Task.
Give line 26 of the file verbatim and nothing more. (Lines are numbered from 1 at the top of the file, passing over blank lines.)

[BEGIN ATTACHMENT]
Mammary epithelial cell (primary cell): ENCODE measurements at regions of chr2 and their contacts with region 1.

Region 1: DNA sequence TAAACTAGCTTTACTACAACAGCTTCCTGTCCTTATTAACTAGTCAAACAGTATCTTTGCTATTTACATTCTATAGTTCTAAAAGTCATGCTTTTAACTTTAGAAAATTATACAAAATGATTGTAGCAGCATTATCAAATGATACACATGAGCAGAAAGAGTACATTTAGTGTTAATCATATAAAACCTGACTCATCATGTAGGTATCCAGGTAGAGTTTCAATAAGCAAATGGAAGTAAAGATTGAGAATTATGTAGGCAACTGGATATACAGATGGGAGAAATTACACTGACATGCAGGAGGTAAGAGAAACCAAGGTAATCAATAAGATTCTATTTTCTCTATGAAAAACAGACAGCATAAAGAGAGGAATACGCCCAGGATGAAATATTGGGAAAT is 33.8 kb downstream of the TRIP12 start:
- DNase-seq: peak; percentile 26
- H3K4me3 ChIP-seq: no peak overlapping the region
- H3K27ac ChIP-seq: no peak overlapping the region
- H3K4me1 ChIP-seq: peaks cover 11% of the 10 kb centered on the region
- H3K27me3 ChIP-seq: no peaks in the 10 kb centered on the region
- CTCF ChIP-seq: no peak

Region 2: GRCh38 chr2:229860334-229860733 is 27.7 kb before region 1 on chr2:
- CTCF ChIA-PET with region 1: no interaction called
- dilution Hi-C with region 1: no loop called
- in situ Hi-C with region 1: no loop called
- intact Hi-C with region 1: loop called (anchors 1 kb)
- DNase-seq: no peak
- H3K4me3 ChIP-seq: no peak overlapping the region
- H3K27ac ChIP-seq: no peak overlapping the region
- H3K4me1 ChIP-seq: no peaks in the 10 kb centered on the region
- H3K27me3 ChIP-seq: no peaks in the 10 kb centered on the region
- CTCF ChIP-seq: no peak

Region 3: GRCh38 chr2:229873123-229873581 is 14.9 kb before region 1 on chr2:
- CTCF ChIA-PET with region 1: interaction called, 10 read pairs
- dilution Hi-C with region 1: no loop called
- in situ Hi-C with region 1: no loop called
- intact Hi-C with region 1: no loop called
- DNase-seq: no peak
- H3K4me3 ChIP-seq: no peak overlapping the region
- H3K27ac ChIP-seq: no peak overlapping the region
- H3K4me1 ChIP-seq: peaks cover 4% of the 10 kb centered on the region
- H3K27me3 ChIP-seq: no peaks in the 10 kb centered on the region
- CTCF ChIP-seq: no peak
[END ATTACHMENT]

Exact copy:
- H3K4me3 ChIP-seq: no peak overlapping the region